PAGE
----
Seven days after his discharge the patient returned to the hospital with a significant deterioration in his condition. He was short of breath at rest and had a cough productive of purulent copious green/grey sputum with haemoptysis. On examination he had a pulse rate of 90/min, blood pressure of 105/65mms of Hg, respiratory rate of 27/min and was cyanosed. Findings on examination of the chest were consistent with right upper lobe consolidation. Repeat investigations including a chest radiograph confirmed the presence of consolidation. The white cell count had risen to 18.5 x 109/l but both blood and sputum cultures revealed no significant bacterial growth. In view of the evidence of right upper lobe consolidation treatment was initiated with ceftazidime, flucloxacillin, erythromycin and nebulised bronchodilators.

The patient showed no signs of improvement for a week and the chest radiograph revealed persistence of consolidation in the right upper zone with evidence of cavitation. Antibiotics were withdrawn. CT scan of the thorax showed a central right upper lobe cavity distinct from the pleura with non-homogenous patchy consolidation and dilation of the bronchi distal to the lesion. Bronchial washings were obtained at bronchoscopy. Both washings and sputum grew hyphae of Aspergillus fumigatus on Sabourard dextrose agar. Serological tests revealed markedly elevated titres but low precipitans. Bronchial biopsy specimen stained with methenamine silver demonstrated the presence of dichotomously branched septate fungal hyphae invading the lung parenchyma confirming the diagnosis of invasive pulmonary aspergillosis. A chest tube was inserted for pleural effusion and treatment with amikacin, amphotericin B, metronidazole, and meropenem was initiated.

Three days after the initiation of therapy the fever began to subside. At one week, there was a drastic reduction in the volume of sputum and there were no further episodes of haemoptysis. The patient continued to improve while in hospital and was discharged seventeen days after his presentation. At six-week follow-up visit, he showed notable improvement. He was producing only small amounts of white sputum in the mornings, which was only occasionally blood-stained. This was attributed to the development of an area of bronchiectasis distal to cavitation. A variety of tests were performed to exclude underlying immunosuppression. Both neutrophil and lymphocyte counts had returned to normal. Differential counts for CD3, CD4, CD8 CD19, and CD34 lymphocytes were within normal limits. Neutrophil subset analysis failed to identify any abnormality. The patient had tested negative for HIV during his hospital stay with a normal CD4:CD8 ratio. Review of CT chest and abdomen revealed no evidence of lymphadenopathy related to haematological malignancy. Peripheral smear, lactate dehydrogenase and erythrocyte sedimentation rate were normal. By 6 months even these infrequent episodes of haemoptysis subsided completely and the right apical cavity resolved with residual scarring.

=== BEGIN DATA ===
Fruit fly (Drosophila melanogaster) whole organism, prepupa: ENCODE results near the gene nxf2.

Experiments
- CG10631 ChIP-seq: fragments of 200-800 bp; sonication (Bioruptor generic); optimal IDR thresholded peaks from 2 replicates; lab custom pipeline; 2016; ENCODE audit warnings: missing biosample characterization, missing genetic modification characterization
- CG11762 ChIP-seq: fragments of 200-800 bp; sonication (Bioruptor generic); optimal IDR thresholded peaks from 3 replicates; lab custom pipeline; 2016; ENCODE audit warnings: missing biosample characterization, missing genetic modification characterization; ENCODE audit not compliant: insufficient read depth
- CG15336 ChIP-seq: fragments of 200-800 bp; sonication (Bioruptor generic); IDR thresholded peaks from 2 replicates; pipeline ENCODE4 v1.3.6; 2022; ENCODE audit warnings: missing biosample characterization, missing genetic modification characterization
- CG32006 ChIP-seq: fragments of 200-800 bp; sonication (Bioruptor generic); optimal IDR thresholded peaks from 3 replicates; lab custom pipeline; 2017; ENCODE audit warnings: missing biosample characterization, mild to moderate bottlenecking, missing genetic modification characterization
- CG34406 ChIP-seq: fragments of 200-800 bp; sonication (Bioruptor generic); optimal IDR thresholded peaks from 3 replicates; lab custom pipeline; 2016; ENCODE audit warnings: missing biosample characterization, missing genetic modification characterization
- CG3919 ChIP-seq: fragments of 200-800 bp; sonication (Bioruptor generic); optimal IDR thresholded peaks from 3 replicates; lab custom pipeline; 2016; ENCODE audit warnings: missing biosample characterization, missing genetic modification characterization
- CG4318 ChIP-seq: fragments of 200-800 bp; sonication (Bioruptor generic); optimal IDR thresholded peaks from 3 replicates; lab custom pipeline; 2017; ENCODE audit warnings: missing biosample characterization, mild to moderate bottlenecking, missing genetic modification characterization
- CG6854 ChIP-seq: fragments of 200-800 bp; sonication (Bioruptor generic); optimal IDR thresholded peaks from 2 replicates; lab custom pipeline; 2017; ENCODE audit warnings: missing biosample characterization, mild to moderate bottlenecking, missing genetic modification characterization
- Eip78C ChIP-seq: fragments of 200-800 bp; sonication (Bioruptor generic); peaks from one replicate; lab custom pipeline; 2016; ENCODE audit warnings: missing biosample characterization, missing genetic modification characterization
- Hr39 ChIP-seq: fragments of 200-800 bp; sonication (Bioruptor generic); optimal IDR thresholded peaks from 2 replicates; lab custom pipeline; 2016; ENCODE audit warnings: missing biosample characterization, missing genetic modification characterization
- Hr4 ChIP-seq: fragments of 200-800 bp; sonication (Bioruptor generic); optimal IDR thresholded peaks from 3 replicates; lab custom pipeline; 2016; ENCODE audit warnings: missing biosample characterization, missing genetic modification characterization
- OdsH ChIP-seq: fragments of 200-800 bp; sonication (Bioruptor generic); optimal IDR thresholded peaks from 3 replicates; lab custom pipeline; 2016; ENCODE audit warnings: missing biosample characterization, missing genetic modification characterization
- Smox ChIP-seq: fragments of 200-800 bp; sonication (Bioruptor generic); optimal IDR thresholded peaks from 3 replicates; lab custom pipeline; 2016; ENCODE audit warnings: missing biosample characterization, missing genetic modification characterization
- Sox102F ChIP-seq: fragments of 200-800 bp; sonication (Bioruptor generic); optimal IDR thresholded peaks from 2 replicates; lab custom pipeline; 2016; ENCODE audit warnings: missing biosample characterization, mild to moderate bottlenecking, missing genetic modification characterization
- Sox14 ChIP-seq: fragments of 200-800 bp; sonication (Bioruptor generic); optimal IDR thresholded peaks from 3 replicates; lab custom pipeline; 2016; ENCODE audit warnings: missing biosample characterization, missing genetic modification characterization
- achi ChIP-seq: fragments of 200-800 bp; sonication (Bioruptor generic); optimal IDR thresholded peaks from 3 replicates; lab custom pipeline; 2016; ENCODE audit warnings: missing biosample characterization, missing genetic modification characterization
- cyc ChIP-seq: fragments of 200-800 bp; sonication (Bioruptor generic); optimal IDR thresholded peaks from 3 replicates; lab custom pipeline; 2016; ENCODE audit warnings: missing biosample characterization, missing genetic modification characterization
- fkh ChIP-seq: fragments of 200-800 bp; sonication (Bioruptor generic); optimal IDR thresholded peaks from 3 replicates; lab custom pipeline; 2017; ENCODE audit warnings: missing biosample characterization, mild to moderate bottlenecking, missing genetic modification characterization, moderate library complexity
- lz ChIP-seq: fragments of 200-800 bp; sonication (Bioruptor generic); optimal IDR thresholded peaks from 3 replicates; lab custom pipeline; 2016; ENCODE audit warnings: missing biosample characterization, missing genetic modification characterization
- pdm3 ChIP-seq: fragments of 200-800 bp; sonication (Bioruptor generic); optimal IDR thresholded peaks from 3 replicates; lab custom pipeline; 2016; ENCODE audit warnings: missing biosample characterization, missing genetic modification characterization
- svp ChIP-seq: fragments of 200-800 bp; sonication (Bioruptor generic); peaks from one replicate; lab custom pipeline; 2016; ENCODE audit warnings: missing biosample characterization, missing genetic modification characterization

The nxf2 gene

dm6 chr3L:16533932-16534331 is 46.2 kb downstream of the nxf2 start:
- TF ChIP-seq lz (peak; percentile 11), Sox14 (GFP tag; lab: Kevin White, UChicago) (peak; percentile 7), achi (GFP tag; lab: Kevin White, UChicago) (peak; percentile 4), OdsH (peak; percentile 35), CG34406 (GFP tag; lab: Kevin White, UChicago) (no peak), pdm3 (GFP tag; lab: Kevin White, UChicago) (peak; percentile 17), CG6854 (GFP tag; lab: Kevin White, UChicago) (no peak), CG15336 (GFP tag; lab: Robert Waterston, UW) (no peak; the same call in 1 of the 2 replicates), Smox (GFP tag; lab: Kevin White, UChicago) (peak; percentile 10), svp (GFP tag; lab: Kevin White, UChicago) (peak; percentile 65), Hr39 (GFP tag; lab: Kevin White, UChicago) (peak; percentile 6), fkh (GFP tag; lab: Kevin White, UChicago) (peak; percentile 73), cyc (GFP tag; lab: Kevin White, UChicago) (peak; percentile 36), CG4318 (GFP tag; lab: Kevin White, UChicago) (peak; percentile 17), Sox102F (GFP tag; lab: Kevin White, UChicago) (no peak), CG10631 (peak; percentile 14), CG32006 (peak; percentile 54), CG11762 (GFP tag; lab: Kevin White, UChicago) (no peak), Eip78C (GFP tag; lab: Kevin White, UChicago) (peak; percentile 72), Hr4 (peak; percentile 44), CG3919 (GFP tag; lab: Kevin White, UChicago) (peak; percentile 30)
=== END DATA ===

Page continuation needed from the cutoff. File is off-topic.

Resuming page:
::   Discussion Top

Aspergillus infection spreads via airborne route and almost invariably, lung is the site of invasion. Aspergilli have a sporular diameter which allows penetration to the distal pulmonary areas and alveoli. Our case highlights that pulmonary aspergillosis can occur in immunocompetent individuals with COPD even in the absence of risk factors such as corticosteroid or cytotoxic therapy, use of broad- spectrum antimicrobial agents, severe granulocytopenia or qualitative granulocyte defects. This diagnostic possibility should be considered when an aetiological agent is not identifiable in a patient, who fails to respond to antimicrobial agents. Although invasive aspergillosis is often a fatal disease in immunocompromised patients, early diagnosis and institution of appropriate treatment, together with reduction in risk factors, appears to significantly improve the prognosis.[5]